Museums >Rubin Museum Of Art
150 W 17th St, New York, NY | Directions 1001140.740019 -73.997796
Mon&Thu: 11am�5pm Wed: 11am�7pm Fri: 11am�10 pm Sat&Sun: 11am�6 pm The museum is closed on Tuesdays, Christmas, Thanksgiving, and New Year's Day.
Neighborhoods: Midtown, Chelsea
Divine House of Himalayan Art – Your pilgrimage to the Rubin Museum of Art in Chelsea to see the largest collection of Himalayan Art in the West will leave you elevated. Begin your journey on the second floor and learn about the methods used to create the art on display: a step-by-step outline of Nepalese hollow metal casting and embossing breaks down the process. One of the most commendable aspects of this museum is the manner in which the information is presented. The exhibits are deconstructed by numbered diagrams and charts to explain a deeper meaning. This is both helpful and necessary given the highly symbolic and esoteric nature of art from this region. Ascend upwards and visit each of the Museum
A pleasant surprise – This museum is completely unlike any other in the city. The art on display, in addition to being visually delightful, takes you to one of the most remote places on earth and shows how the people there not only lived and worshiped but also how they forged a cosmopolitan culture despite relative isolation.
Unlike more mainstream museums, which turn you loose on the work assuming you have a basic knowledge of what you're looking at, the Rubin assumes you know next to nothing about the art of the Himalayan Mountains (which was completely accurate in my case).
Its only permanent exhibit explains not only the culture and religions of the area but teaches you how to interpret what you're seeing. You learn how to recognize individual figures and also understand the compositions. (Most of the work at the museum is heavily religious and heavily ritualistic, so a basic introduction is enough to let you see what's going on in many, many works.)
Everything else in the museum is on rotating display. Most of the works come from the Rubin collection, but I have yet to see any repeats. I'm assuming it's a pretty big collection.
My only complaint concerns the live tours. I've tried two and both of them were lousy. The tour guides were both the sort of spacey people who take up Buddhism in comedy films, not the sort who can explain things in clear and compelling language. Also, both tour guides allowed the two or three people in the groups who knew something of Buddhism to hijack the discussions with endless questions about arcane details. Use the audio guide.
Himalayan Museum-Meets-Worldly Beats Lounge – On the cusp of New York's hip Meatpacking District and artsy Chelsea playland lies a modern six-floor Himalayan art museum.
Sleek, modern and accessible (just steps from Union Square), the Rubin lets brainiacs can square away their South East Asian curiosities, but the best part -- the main floor's K2 Lounge.
K2, like you didn't know this already, is the world's second highest mountain, right smack between China and Pakistan. But don't expect the lounge to evoke your inner nature lover. With sleek wood floors, spiral staircases, and cool modern lighting, K2 throws one of the "smartest" happy hours around - worldly DJs in tow.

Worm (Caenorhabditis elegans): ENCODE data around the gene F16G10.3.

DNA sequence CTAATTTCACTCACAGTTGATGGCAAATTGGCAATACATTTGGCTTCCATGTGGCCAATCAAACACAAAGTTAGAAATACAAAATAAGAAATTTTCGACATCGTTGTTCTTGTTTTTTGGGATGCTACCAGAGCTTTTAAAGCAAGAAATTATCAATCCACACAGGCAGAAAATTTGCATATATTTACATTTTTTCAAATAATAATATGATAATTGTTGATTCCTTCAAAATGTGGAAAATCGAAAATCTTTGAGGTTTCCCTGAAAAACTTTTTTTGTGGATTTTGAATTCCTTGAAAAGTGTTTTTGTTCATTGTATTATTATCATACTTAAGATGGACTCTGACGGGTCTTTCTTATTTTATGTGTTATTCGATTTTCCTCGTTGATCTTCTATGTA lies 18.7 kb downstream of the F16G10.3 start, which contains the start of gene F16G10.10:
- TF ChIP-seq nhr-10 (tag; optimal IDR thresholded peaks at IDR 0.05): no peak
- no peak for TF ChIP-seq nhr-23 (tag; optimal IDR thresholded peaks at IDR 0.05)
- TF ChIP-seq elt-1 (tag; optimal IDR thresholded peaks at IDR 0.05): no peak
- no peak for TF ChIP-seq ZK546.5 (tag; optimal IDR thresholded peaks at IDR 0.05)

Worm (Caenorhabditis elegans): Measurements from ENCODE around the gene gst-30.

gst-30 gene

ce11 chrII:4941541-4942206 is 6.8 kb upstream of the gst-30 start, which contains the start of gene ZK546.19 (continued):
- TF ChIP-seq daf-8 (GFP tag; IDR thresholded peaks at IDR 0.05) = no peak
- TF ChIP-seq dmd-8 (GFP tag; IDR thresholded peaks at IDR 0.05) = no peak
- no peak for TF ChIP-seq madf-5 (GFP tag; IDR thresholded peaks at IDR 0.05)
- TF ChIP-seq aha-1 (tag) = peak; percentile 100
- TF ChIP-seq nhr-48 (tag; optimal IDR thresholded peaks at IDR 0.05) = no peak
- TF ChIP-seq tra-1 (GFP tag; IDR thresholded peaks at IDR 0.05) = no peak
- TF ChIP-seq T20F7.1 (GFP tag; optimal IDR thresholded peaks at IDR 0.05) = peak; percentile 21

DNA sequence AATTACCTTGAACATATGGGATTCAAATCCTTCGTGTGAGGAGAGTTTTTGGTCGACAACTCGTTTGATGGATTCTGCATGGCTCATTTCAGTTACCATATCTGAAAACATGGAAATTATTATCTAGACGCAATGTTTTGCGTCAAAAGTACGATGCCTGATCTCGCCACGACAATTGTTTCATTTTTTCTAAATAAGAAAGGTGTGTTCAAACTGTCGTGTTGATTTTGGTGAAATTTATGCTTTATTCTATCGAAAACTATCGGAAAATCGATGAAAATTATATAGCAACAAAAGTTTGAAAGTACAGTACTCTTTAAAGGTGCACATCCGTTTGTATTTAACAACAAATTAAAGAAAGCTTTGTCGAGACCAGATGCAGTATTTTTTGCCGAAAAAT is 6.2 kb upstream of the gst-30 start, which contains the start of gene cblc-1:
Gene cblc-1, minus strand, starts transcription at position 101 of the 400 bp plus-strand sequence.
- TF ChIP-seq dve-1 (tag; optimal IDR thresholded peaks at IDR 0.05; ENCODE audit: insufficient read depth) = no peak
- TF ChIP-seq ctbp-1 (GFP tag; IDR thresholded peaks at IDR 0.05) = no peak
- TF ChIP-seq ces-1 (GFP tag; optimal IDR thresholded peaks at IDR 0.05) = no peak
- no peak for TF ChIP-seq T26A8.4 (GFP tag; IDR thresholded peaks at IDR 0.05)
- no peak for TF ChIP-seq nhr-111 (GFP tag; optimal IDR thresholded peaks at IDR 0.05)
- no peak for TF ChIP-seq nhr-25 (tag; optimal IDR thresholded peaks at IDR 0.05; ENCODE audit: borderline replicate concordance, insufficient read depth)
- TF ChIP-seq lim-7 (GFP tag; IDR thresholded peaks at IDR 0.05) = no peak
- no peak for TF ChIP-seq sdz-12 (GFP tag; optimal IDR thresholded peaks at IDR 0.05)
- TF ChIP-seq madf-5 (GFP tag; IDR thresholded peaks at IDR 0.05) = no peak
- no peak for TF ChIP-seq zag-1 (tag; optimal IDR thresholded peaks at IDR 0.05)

Pass the bar's stealth Greek columns, blue-lit ceilings, and ecofriendly votives to head up or downstairs to view more exhibits. Small talk has plenty of fodder with the action of K2's wraparound balcony, while Kanye West beats create a great ambiance for browsing through the adjacent gift shop. How's that for a bar distraction? Handmade crafts and clothing, East Asian books, cards and dolls.
Friday night happy hour starts at 6 p.m. - perfect for the corporate youth who want to nosh on Naan pizza or Tibetan appetizers for just $8 to $10.
Still accessing the wallet status? Happy hour ends at 7, but the museum is free after that, and stays open until 10 p.m. The lighting is dim and the museum is compact, 'cause the most taxing thing you need on a Friday night is deciding which smarty to ask out at the bar.
User review by christophergirl – This place is gorgeous: the spiral staircase, the jewel-tone walls, the cafe. Great weekend program, especially for my kids.
See detailed stories in the form of paintings in one of the biggest collections of Himalayan art in the world. – The Scene
The spiral staircase that winds down the center of the spacious, six-storied former Barney's building reminded Himalayan art enthusiast, Donald Rubin of the cyclical Budhist thought process, so he turned the space into a museum for one of the biggest Himalayan art collections in the world.
The 1,500 piece collection includes paintings (thangkas), sculptures and textiles from countries throughout the Himalayas including Bhuttan, Nepal, Tibet, India and China, as well as a few pieces from other parts of the world. The thangkas, which take up the most space, are elaborate epic stories that were painted with ground minerals by students at monastaries between the 12th and 19th centuries. Although painted with the naked eye, the pictures are full of tiny, intricate details, so magnifying glasses are on hand for a close-up look. Knowledgeable guides walk around every floor to answer questions, and help promt guests' imaginations.
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